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We all have a longing for community and connection and that is a big part of why many bloggers decide to create a website. But when you are getting started it can feel like all you’re doing is putting yourself out there and no one is engaging or even cares. Building a successful online community takes work, but it is well worth the rewards to you and your audience if you stick with it. You need patience and persistence. Fostering a sense of community from the get-go makes a big difference getting you off on the right foot. In this post we review why community is important, how to get started and keep building, use cases for a community, and four essential Q&A’s for building an online community.
Importance of Creating a Sense of Community
Let’s start by addressing why community matters both for businesses and in a broader sense.
- Sustainability – Community members help make your organization sustainable. While your blog might be about you, it’s important to get the messaging across that you are there to serve, empower, and create a sense of belonging.
- Brand Loyalty – Differentiates you from other organizations and builds brand loyalty
- Authority – Having a community can position you as an expert in your niche and gives you plenty of opportunities to do a case study.
- Understand Your Audience – A community gives you the chance to learn about your audience, what they need from you or your company, and how you can contribute to their well-being.
- Scale – A strong community is a good way to scale a startup or small business
- Recognition – Building an online community is a fantastic way to recognize a group of people with common interests and shine a light on your mission or cause.
- Belonging – Gives those people who are already in your community a sense of belonging (Consider giving these people an admin or moderator role in your online community so they can answer questions for you and help you grow your business or community (or outsource this to a VA).)
- Retention – Community drives retention. Not only do we buy from people we like and share our values, but we tend to stick around once we have found those people, especially when there is a group of other like-minded people with which we can feel connected.
A Real-Life Example of Online Community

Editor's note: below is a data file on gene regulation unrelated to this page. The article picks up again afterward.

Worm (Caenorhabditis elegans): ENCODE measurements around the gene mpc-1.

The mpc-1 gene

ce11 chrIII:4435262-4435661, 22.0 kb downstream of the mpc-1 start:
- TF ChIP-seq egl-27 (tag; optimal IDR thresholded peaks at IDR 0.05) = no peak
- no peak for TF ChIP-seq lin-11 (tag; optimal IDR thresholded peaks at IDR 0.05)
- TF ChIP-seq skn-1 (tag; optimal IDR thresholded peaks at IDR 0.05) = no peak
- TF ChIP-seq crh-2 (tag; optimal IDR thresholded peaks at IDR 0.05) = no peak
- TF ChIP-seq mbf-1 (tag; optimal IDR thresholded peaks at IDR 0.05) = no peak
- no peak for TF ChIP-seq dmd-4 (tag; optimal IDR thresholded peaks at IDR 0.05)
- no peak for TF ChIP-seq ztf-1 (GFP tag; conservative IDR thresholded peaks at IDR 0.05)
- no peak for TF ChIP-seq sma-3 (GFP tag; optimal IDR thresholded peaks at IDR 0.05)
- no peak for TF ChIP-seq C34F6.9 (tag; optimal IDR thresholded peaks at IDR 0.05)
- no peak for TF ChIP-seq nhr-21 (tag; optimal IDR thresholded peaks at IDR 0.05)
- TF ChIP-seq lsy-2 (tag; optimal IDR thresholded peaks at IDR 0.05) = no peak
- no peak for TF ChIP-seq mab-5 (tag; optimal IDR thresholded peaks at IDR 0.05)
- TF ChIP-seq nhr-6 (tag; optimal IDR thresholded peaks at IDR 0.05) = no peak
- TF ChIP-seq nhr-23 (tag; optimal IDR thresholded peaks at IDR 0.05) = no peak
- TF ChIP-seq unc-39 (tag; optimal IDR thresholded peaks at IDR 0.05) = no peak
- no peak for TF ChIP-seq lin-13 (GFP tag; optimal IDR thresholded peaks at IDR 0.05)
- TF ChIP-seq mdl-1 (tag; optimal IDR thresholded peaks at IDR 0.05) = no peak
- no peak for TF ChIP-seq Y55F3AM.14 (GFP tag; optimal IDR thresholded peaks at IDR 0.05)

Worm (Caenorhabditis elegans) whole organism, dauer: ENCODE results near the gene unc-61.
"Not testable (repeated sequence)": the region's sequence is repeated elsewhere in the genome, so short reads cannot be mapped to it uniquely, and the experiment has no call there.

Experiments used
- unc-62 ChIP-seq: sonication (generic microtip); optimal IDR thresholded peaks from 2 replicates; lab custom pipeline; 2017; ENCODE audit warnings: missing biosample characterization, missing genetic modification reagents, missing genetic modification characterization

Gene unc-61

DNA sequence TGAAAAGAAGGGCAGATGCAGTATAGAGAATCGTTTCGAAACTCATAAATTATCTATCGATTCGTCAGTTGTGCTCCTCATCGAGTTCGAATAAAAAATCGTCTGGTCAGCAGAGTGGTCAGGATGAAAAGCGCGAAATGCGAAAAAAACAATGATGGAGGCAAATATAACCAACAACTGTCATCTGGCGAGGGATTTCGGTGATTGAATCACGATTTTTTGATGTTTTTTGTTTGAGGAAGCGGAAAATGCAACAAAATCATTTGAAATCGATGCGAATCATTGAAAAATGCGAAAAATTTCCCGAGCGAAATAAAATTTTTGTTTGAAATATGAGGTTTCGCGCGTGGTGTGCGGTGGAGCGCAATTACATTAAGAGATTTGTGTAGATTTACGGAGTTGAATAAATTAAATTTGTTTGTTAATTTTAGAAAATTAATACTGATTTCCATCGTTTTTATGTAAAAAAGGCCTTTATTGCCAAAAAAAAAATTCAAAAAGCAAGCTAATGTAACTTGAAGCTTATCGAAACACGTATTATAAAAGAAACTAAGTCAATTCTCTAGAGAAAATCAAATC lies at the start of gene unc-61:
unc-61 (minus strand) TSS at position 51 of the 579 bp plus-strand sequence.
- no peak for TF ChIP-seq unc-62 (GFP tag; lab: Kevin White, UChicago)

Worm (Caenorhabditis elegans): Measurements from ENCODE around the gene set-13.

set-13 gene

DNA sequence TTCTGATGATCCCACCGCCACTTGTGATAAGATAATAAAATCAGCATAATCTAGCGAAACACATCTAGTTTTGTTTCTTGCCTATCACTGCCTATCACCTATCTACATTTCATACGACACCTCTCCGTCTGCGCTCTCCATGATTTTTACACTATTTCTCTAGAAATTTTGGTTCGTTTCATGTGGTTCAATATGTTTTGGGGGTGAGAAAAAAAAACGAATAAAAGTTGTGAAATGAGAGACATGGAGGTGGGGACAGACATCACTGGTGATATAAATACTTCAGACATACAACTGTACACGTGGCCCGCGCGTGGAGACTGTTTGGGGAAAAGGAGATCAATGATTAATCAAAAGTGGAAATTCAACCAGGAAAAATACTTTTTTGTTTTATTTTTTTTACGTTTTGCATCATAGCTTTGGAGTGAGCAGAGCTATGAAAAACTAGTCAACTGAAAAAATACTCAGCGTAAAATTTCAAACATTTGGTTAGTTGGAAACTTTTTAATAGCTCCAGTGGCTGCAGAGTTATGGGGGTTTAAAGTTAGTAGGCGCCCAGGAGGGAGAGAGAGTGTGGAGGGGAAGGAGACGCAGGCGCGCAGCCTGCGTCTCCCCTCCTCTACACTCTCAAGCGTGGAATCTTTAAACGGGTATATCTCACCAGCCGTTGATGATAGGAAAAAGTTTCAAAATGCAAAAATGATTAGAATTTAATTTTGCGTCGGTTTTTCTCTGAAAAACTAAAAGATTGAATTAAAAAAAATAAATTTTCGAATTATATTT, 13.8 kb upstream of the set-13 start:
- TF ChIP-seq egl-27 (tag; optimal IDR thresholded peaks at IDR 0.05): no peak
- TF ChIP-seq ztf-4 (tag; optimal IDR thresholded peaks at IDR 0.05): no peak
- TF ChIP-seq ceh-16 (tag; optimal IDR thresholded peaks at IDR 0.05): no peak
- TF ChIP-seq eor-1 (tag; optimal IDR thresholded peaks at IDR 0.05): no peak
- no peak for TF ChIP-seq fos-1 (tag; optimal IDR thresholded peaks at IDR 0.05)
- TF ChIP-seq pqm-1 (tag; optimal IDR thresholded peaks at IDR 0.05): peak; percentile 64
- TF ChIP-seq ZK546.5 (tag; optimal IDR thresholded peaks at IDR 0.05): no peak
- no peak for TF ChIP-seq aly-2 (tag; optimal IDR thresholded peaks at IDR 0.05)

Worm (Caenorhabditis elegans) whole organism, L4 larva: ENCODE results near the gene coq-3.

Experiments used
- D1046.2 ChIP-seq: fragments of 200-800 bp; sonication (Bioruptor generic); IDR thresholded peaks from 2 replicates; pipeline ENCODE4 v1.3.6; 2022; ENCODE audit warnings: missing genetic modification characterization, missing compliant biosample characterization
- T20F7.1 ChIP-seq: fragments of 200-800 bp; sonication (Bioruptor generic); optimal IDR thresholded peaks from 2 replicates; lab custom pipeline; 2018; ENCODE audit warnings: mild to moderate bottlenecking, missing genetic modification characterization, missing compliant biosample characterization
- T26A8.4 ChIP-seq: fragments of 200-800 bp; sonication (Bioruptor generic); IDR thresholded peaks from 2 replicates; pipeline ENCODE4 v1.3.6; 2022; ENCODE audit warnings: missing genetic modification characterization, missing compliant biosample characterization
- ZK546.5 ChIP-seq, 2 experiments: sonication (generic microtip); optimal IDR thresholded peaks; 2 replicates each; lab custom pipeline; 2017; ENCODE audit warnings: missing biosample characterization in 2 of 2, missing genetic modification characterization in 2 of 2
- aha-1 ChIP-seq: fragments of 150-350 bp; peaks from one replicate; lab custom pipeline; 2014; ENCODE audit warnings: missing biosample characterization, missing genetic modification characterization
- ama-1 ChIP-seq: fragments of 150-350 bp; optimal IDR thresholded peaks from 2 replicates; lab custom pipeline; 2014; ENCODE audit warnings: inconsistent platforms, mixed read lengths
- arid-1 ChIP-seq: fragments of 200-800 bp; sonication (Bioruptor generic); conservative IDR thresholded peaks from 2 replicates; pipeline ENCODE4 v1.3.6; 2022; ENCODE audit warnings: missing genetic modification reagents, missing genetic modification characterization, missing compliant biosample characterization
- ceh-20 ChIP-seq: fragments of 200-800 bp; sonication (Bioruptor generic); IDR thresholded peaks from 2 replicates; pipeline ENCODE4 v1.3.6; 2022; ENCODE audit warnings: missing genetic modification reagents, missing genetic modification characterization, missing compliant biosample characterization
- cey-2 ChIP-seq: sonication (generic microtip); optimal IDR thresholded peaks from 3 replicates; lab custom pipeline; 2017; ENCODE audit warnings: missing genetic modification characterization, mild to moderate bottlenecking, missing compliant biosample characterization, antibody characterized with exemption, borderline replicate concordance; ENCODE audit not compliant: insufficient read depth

At BizBudding, we like to think of our team as community builders. We’ve learned first-hand how to build an online community by building our own. Our new community focuses on helping bloggers, business owners, and entrepreneurs achieve success online. It’s a place to converse with other like-minded people in the industry, ask us and others questions, continue learning, and share feedback.
We’re all there because we believe that entrepreneurism is the future and having a website is one of the best ways to reach your audience. Our products give our audience the platform to get their voice heard. We want to make sure you have all the tools you need not only to use our products to make gorgeous, fast websites, but to keep growing.
Our online community is organized into various spaces to make it easy for people to find what they need. We wanted to make sure to have resources to support our Mai Theme and Mai Solution customers, but also have places to discuss other related topics like Blogging, SEO, Conversion Marketing, and more.
Our announcements serve as a place to share new posts, podcasts, website launches, and other important updates.
We also try to share a bonus resource to go along with every new piece of content we release on our website as well.
Other Use Cases for Building an Online Community Platform That You Own
We are firm believers that you should control and manage your online community. Do you really want to have other social media platforms control what messages your community members see? You can start with a Facebook Group, but do you really want to leave your members and all the communication and content in the hands of others? Consider starting your own community platform. It’s easier than you think … we can show you how.
You can use your online community to:
- bolster your offline community – reach others in your local area, connect, discuss, and plan (especially with COVID where in-person interaction is still limited)
- add an interactive component to your online courses
- take the place of a Facebook or other social media group
- decrease your support load by giving people a place to answer each other’s questions and discuss more in-depth applications of your products
How to Start Building Community
The reason most people start with Facebook, LinkedIn, or other social groups is because they are free platforms, but the caveat is that there are many restrictions and things you cannot control.
So where do you start and how do you know what your community needs from you?
- First, figure out if your audience would be receptive to being a part of your community. Tell them what you are thinking and ask them!
- Name your community and create your mission statement and member avatar. You probably even want to figure out some of these details before asking your audience about it.
- Choose the right platform for you. Whether that is your website, Slack, Circle, Facebook (while we’re advocating the benefits of other platforms, maybe it’s still best for you and your audience – use this resource to find out), or another platform.